Louisa did have siblings called Edward, Ellen and Eliza (1840-1909), and also first cousins Edwin (a doctor) and Elizabeth (1855-1929). I can't find anything more about the first two, but the two Lizzies both remained unmarried and close to the family - Louisa's daughter Ellen May Cuthbert Wells (1870-1948) was staying with her Aunt Eliza at the time of the 1901 Census, and her cousin Elizabeth was a witness at her marriage to Charles Gordon Beckingham in 1920. The son you mention, Martin - Edward Hemsted Cuthbert Wells (1871-1914) - died in South Africa.
I think Dr Edwin may have settled in Canada, where a Dr E Hemsted and his wife ('Mrs E.H.') were active in the Woman's Art Association in the 1890s - living overseas might perhaps be a reason for a 'c/o' British address. This is all very tenuous stuff, I know, and probably leads us nowhere useful.
Aren't the initials of the monogram Q O L?
The monogram is very unusual. All letters seem to be the same size so the norm would be that reading left to right, the letters would stand for first name, middle name, last name (man or single woman) or first name, maiden name, married name (married woman). However, the Q and O are upended, crossed and interlocked while the L is in reverse and is resting on the O, but not interlocked. Is there a "language of monograms" of which I am not aware?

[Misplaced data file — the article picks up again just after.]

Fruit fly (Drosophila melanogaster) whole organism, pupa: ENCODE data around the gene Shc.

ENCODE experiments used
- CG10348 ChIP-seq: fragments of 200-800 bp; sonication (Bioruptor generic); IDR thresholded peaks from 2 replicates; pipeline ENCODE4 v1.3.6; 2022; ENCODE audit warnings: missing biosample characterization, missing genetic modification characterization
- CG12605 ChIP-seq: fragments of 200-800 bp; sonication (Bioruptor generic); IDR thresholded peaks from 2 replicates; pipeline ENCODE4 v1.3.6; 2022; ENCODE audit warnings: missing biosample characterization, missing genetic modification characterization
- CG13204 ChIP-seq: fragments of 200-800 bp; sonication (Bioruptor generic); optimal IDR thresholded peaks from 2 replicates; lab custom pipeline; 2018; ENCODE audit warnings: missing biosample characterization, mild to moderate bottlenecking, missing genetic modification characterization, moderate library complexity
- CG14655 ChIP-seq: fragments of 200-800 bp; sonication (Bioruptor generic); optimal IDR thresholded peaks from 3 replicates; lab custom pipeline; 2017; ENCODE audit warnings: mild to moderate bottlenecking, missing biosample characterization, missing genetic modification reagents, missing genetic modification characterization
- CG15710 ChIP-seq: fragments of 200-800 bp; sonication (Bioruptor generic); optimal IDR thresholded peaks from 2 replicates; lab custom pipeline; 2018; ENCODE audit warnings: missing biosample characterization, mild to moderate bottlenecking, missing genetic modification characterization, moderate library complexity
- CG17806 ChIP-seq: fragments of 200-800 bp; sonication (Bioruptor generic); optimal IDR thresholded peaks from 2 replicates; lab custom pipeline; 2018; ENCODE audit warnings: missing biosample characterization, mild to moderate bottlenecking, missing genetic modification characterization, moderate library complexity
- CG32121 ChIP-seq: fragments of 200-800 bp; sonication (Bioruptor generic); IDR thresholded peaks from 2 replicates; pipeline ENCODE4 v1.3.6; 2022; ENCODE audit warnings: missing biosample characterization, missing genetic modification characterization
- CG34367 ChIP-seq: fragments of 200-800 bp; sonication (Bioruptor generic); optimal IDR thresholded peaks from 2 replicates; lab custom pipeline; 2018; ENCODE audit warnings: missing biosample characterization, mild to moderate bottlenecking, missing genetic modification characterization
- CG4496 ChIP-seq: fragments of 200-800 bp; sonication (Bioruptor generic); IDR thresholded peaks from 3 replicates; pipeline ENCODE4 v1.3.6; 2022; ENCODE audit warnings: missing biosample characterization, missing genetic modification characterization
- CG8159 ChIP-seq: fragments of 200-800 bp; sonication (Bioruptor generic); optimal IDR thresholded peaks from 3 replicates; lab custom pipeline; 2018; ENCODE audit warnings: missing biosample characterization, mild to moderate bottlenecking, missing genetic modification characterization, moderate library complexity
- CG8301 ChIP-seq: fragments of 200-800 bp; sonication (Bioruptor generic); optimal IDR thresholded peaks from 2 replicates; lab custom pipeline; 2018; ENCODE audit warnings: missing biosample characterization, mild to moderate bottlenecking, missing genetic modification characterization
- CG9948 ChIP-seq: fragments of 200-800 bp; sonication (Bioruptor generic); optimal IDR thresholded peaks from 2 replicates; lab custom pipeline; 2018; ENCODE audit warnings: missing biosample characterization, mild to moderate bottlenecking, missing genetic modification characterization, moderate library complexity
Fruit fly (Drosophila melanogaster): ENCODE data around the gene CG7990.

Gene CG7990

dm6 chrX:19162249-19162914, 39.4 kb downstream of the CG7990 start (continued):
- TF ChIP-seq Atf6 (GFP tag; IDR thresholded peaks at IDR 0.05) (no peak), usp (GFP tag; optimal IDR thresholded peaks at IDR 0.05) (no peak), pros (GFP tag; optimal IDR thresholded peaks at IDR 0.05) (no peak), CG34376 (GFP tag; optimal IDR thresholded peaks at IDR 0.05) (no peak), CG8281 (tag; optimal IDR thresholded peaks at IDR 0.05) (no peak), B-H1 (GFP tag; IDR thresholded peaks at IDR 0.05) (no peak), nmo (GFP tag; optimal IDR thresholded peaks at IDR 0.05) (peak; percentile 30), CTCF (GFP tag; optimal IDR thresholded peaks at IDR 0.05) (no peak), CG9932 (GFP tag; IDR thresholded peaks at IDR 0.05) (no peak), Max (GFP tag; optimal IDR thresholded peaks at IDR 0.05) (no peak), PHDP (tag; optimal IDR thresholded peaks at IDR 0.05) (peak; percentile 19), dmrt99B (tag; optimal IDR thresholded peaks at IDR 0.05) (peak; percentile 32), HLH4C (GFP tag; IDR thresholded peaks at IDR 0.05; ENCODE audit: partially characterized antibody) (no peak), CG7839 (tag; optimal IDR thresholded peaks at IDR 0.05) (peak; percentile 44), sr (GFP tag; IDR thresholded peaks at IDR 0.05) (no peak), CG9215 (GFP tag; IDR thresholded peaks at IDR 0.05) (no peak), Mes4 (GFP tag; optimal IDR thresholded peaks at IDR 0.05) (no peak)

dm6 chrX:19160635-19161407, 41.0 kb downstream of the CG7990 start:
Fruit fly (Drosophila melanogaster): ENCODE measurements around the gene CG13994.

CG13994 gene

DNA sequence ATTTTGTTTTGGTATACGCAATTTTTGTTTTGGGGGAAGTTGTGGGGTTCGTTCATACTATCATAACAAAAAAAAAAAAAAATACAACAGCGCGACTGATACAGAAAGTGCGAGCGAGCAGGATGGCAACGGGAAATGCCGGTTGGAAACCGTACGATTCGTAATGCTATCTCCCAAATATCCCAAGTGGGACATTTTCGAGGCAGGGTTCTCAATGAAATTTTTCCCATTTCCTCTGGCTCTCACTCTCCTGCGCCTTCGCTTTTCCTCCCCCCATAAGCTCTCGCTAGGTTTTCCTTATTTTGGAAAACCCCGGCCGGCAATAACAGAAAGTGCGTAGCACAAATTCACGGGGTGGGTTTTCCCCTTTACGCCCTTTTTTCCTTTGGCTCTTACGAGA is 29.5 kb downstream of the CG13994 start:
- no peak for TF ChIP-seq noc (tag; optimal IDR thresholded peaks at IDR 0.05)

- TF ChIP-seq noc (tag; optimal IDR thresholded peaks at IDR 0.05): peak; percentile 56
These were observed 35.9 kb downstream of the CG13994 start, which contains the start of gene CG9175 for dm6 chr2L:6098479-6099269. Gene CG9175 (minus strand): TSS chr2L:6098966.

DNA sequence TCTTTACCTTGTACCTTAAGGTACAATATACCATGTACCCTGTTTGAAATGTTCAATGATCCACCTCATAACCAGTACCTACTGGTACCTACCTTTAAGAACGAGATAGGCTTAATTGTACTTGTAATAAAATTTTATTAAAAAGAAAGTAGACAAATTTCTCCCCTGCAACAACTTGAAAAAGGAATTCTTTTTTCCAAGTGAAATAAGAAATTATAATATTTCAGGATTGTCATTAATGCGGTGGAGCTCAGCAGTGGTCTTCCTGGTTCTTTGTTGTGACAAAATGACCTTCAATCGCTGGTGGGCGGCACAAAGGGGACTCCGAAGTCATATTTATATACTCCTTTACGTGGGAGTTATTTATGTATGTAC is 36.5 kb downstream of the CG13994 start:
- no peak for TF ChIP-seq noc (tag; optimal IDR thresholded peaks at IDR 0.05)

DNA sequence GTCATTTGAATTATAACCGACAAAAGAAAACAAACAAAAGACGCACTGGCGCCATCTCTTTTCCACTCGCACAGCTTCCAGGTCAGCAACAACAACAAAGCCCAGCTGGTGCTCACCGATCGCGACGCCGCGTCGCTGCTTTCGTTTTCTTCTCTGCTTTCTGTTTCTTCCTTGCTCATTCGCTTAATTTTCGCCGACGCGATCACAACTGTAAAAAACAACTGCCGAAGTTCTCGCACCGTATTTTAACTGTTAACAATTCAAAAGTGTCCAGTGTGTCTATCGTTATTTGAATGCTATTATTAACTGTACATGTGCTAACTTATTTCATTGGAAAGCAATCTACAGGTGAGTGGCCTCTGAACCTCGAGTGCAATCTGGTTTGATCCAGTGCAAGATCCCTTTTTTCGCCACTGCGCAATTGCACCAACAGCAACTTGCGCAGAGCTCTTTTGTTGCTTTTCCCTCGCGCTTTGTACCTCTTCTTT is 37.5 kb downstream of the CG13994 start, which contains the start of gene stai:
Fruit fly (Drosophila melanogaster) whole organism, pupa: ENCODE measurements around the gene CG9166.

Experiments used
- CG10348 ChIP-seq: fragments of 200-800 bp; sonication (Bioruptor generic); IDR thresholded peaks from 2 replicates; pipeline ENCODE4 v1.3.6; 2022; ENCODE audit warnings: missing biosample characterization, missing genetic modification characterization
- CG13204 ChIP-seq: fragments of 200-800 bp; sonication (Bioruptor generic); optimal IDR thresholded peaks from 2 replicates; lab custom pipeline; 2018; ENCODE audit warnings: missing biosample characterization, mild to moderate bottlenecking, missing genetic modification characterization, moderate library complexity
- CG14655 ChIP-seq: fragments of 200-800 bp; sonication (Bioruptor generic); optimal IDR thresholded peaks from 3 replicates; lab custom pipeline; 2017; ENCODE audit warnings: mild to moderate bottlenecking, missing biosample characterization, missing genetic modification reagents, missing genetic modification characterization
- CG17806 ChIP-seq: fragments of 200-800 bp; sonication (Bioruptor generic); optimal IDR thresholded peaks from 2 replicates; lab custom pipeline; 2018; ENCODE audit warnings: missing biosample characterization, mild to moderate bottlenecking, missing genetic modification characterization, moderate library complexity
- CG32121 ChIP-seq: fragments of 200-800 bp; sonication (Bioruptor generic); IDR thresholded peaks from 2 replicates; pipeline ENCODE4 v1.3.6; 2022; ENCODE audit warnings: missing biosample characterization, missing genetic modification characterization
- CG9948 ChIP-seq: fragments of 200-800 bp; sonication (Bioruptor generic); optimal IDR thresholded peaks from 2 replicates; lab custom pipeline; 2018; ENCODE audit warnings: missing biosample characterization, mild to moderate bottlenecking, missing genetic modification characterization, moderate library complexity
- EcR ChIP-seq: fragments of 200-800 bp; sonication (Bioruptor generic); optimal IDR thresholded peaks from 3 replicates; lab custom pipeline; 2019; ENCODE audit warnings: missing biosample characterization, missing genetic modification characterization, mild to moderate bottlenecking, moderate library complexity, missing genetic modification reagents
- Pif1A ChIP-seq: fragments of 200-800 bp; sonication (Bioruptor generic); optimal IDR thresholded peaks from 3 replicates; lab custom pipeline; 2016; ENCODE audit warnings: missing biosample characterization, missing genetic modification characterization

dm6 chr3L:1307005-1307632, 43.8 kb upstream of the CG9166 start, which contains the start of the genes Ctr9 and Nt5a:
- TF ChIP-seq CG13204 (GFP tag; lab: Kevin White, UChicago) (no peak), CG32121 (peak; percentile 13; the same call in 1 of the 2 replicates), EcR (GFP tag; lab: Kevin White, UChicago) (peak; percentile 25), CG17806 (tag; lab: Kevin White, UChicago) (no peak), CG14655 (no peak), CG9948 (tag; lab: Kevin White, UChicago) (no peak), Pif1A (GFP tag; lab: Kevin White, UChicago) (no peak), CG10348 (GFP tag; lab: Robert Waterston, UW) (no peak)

The cursive capital Q is also in reverse...could the monogram be LOQ not QOL?
Although I cannot identify all of the greenery in the bouquet, the flowers include Scabiosa (mourning); Red Poppy (consolation or remembrance); Camomile (patience or energy in adversity); Marsh Mallow (beneficience); Fern (sincerity); Dandelion (faithfulness); Shamrock (lightheartedness); Ivy (friendship).
I wonder if the unusual configuration of the monogram is meant to indicate how the language of flowers is to be read and understood.
The two dark purple/maroon and white flowers in the lower center may be Passion Flower (faith, belief).